The Cold War placed Taiwan and south Korea on the front lines of a global divide between capitalism and socialism, so my desire to dig deeper into my cultural heritage was also inseparable from an understanding of the Cold War. I returned to facts I had learned as a child, like Chiang Kai-shek being a bloody tyrant, or the difference between waishengren and benshengren in order to investigate their real historical meaning. Witnessing the riots that occurred after the election in 2000, when the first non-KMT leader was elected, I found out that much of the strife stemmed from the antagonism between the waishengren and benshengren, which was the result of the KMT’s policy of excluding benshengren from higher levels of government for the first few decades of its rule in Taiwan. The KMT policy deepened mistrust between the two broad categories of people in Taiwan: benshengren, meaning “people of this province,” referring to those people already living in Taiwan by the time the Japanese imperialists surrendered and Taiwan was returned to China in 1945; and waishengren, or “extra-provincial people,” meaning those who arrived in Taiwan from the Chinese mainland between 1945 and the mid-1950s. Because the ruling elites in the KMT were all waishengren, waishengren of all classes were seen by many benshengren as oppressors, even though neither was safe from the KMT’s anti-communist White Terror.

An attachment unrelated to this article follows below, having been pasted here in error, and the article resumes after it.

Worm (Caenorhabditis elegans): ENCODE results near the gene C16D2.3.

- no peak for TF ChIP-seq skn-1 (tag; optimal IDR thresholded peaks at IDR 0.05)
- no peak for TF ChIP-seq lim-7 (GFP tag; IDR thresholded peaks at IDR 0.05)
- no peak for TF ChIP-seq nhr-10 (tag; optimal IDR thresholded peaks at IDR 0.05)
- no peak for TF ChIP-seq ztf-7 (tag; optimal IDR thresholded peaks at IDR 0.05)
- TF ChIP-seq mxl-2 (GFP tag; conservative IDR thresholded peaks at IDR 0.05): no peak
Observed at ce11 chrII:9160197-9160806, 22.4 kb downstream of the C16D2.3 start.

Interestingly, though, anti-waishengren and anti-KMT sentiments did not translate over into anti-U.S. sentiments among the petty-bourgeois opposition that grew in the 1970s and 1980s, despite the ruling elite drawing their power from the U.S. imperialists. It also did not escape me that benshengren, who are majority Han just like waishengren, often exclude indigenous Taiwanese from their conversations regarding Taiwanese rights. I share these facts in order to better illustrate my path towards communsm and why anti- imperialism cannot be neglected by communists in the 21st century. These facts do indeed provide a basic understanding of Taiwan, but they were merely a starting point. To truly understand Taiwan, I needed to further study how these realities came about, which necessitated familiarizing myself with the indigenous history of Taiwan, the various waves of Han Chinese migration from the Chinese mainland starting in the 17th century, the Qing Empire’s attitudes towards Taiwan, Japanese colonization, the KMT’s exile to Taiwan, Chiang Kai-shek’s White Terror and martial law, the history of the opposition to the KMT, and especially U.S. imperialism.